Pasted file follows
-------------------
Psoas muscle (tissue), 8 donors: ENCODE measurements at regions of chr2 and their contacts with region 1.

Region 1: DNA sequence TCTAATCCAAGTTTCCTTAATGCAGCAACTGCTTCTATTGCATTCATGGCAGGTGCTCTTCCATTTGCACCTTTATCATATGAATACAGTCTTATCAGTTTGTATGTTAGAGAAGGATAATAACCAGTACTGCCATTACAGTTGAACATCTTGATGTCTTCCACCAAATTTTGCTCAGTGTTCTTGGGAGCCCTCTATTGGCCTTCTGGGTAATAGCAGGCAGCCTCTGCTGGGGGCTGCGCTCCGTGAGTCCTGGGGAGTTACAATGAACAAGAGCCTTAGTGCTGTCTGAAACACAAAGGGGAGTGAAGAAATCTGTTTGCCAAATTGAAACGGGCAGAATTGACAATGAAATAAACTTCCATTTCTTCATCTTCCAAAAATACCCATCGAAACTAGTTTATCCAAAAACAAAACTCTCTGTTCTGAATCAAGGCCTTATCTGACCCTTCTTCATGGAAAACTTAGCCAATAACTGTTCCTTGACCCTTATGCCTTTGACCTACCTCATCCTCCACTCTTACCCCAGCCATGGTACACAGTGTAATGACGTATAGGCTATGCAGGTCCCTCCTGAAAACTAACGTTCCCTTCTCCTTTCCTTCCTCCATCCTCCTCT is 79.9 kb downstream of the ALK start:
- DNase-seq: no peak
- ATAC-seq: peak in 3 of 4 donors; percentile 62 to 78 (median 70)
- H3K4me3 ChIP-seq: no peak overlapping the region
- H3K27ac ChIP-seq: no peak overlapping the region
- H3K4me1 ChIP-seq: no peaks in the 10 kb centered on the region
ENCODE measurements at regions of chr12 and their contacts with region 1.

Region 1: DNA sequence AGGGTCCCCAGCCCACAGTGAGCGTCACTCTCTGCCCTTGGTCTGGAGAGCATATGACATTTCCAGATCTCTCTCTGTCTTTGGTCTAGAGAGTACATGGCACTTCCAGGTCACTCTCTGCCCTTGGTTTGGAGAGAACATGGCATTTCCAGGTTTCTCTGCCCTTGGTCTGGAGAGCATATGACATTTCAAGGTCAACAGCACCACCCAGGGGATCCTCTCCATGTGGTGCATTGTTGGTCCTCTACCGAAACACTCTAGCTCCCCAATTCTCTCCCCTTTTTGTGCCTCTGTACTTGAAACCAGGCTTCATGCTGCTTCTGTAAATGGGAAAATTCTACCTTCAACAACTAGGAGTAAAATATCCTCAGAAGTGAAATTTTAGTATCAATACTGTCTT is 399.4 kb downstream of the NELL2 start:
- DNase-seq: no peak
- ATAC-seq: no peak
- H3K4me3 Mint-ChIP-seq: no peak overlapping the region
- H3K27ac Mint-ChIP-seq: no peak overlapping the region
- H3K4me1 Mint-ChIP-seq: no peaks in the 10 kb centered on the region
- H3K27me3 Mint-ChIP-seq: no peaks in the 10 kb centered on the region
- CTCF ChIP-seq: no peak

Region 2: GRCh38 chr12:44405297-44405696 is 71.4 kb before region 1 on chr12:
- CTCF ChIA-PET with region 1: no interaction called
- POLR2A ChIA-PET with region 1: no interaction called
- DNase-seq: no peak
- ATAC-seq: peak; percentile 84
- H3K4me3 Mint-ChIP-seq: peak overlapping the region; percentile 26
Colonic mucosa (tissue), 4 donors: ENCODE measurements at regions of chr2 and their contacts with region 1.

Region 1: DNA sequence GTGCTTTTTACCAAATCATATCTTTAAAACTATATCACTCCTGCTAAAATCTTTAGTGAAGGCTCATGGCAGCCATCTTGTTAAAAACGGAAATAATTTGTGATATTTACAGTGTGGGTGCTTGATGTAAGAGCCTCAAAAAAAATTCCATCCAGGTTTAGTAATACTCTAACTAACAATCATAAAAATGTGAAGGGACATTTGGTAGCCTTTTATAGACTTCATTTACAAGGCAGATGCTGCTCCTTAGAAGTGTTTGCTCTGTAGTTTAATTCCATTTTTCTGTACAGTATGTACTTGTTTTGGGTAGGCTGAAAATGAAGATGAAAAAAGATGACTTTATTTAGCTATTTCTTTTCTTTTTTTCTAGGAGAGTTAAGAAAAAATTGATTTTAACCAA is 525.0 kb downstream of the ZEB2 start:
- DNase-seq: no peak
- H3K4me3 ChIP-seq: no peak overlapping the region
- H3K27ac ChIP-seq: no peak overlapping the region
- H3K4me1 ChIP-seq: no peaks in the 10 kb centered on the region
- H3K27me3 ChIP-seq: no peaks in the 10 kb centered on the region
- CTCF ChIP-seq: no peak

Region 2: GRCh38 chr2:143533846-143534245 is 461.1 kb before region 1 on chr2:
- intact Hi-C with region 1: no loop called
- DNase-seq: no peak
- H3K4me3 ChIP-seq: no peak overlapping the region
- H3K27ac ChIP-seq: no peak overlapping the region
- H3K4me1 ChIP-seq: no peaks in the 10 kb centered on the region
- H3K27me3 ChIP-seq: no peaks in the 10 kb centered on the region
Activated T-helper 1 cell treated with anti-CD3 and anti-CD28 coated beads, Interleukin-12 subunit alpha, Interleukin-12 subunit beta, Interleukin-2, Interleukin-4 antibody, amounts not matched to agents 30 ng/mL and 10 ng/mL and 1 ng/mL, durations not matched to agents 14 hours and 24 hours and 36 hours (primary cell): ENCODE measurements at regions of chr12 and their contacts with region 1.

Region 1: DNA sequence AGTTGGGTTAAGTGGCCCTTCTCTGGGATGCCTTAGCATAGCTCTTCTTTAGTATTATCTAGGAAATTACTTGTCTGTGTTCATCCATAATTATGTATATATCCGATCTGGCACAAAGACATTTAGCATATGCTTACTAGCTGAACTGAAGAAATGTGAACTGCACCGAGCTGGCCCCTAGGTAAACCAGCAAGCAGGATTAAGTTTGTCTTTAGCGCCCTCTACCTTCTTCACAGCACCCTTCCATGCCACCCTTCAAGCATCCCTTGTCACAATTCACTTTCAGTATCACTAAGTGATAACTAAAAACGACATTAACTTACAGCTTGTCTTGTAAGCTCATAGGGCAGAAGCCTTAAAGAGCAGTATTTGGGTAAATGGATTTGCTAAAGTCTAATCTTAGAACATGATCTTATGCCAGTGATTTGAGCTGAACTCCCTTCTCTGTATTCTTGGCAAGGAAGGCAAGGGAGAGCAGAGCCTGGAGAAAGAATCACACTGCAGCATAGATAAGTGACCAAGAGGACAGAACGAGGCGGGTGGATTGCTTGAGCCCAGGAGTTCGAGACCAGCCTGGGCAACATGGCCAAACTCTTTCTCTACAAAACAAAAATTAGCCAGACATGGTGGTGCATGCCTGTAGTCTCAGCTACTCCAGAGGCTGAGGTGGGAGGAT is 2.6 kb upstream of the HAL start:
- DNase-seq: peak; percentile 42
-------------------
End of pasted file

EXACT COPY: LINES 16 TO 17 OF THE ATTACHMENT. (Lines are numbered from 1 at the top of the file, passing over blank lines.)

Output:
- CTCF ChIP-seq: no peak

Region 2: GRCh38 chr12:44405297-44405696 is 71.4 kb before region 1 on chr12: